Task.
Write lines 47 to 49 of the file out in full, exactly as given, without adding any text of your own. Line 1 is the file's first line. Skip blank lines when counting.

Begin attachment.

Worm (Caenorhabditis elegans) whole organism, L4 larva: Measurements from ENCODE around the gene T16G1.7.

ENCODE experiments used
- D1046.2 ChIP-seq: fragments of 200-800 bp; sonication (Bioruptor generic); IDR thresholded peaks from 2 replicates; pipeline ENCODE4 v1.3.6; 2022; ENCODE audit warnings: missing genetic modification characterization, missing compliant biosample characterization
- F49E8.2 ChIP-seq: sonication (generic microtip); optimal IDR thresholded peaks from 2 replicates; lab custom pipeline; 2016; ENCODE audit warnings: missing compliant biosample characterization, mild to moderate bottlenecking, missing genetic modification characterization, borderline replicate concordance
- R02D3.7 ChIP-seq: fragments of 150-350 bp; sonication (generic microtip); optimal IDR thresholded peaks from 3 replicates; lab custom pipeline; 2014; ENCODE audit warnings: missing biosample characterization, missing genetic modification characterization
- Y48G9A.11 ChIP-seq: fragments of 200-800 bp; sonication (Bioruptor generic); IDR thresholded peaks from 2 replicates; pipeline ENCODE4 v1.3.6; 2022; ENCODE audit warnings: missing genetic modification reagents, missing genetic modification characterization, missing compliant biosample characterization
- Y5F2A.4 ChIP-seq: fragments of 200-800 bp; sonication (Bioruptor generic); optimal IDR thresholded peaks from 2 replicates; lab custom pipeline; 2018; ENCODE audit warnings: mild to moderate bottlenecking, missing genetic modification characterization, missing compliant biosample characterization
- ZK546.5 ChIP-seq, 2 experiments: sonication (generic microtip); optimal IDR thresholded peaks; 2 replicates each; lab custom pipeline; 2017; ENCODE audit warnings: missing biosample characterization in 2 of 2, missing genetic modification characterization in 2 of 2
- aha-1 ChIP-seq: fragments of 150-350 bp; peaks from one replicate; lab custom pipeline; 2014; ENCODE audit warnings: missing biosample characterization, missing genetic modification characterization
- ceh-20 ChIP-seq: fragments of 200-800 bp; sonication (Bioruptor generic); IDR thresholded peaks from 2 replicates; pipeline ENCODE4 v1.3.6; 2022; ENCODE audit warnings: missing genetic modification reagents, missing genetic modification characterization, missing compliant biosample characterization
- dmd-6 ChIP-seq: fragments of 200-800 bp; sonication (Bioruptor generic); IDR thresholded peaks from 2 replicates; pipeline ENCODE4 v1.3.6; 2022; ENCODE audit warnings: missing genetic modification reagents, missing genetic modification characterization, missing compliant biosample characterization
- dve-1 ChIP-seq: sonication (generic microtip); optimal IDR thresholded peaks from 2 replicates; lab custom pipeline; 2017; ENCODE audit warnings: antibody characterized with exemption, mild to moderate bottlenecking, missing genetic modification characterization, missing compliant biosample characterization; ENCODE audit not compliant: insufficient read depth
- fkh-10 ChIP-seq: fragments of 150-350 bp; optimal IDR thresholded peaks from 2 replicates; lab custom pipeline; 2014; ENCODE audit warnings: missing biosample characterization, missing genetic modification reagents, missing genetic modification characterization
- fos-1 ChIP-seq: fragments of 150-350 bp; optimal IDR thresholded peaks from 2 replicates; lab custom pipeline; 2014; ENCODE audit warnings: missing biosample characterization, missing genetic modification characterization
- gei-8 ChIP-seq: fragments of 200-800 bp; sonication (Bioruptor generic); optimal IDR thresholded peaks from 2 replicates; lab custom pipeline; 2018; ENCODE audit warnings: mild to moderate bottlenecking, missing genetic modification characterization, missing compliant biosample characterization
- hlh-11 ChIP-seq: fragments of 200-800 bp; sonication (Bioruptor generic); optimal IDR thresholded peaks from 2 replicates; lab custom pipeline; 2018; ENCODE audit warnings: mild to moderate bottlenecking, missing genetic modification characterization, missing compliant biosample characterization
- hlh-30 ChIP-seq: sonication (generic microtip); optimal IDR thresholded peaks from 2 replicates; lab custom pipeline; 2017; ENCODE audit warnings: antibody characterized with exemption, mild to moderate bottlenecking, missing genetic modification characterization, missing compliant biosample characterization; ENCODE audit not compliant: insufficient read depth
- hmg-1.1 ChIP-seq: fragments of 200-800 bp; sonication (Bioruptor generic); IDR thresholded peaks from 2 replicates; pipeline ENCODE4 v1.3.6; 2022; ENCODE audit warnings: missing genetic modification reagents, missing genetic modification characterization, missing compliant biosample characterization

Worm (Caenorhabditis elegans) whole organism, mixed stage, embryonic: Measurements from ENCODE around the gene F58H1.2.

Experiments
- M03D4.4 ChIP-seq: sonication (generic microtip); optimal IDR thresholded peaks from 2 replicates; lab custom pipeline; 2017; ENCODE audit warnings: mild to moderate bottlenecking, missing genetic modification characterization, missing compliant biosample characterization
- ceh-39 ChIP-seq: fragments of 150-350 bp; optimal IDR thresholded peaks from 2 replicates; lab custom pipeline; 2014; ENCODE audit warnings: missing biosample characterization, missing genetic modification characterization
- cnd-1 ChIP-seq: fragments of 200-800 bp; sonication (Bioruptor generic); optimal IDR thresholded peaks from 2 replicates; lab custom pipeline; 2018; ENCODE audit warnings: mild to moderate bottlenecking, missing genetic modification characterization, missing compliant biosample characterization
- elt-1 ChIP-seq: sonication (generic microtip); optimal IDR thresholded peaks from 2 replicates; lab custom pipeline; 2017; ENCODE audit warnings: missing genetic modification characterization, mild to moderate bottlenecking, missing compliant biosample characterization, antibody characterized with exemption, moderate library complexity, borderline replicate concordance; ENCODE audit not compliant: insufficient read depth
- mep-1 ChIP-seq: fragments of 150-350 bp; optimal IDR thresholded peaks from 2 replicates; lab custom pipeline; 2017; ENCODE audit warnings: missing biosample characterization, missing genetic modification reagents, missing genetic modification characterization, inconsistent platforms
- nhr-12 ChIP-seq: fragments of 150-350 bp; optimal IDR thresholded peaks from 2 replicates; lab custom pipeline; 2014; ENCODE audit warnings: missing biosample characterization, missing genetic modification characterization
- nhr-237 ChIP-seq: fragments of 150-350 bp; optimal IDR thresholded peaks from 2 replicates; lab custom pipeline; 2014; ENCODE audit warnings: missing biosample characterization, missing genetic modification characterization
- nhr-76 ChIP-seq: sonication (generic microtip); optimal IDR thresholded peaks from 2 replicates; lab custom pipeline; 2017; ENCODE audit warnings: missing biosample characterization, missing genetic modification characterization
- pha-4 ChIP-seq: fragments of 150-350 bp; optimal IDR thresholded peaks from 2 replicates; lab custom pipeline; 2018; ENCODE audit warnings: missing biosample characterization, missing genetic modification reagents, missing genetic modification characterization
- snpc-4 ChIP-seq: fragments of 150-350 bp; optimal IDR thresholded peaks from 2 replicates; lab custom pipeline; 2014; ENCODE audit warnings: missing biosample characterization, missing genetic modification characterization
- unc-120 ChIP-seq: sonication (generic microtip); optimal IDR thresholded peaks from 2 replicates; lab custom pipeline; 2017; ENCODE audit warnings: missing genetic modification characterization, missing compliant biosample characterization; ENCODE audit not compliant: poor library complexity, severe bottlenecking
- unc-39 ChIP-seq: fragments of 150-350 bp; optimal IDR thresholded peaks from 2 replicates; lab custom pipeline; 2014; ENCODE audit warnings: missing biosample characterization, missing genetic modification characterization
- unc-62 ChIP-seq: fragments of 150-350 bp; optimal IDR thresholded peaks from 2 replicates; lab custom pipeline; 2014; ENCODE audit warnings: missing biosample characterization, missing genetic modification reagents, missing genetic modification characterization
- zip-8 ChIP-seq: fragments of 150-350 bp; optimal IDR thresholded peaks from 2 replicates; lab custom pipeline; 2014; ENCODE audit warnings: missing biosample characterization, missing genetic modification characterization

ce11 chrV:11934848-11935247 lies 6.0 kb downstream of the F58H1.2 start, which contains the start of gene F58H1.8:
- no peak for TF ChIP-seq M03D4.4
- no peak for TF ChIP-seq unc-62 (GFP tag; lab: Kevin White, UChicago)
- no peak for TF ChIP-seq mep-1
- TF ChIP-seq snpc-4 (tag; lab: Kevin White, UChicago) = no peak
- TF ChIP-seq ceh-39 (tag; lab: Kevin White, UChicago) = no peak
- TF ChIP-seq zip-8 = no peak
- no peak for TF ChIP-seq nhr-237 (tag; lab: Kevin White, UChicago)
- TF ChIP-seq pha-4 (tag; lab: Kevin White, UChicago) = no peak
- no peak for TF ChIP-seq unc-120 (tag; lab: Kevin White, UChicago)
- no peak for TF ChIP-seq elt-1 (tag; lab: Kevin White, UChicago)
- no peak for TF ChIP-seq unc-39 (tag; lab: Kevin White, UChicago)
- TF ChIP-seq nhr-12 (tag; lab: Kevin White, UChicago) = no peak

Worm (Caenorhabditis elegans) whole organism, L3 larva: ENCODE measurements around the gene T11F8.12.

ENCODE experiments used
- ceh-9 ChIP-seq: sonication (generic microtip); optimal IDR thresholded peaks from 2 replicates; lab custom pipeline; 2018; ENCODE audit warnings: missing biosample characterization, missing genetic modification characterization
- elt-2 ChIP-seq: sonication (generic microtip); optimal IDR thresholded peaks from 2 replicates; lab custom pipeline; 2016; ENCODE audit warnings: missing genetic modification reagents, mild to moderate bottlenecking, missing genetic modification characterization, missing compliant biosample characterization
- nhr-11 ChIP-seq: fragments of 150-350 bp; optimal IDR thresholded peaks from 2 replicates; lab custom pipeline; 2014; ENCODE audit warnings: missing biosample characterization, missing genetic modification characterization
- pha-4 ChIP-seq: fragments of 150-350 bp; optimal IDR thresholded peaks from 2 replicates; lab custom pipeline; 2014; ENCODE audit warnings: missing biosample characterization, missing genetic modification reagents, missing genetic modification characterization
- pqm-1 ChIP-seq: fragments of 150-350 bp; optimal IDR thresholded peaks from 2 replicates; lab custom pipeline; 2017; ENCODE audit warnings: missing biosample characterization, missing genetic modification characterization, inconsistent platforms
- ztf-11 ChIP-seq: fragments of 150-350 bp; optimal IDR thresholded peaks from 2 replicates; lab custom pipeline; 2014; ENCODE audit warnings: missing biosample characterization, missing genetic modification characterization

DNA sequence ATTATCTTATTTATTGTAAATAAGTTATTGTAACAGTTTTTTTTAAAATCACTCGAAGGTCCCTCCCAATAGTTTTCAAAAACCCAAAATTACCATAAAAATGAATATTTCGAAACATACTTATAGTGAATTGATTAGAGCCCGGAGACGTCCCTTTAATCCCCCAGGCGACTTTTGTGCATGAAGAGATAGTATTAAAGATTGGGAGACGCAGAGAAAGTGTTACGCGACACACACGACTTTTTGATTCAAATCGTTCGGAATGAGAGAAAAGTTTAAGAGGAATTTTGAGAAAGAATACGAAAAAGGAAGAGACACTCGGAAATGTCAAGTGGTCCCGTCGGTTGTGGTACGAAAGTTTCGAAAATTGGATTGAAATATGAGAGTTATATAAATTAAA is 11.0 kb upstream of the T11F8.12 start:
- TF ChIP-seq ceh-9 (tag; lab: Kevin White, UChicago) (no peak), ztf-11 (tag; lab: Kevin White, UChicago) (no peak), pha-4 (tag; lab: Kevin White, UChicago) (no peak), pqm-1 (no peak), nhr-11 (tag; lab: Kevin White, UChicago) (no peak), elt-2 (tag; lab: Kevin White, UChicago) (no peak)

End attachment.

- TF ChIP-seq nhr-12 (tag; lab: Kevin White, UChicago) = no peak

Worm (Caenorhabditis elegans) whole organism, L3 larva: ENCODE measurements around the gene T11F8.12.

ENCODE experiments used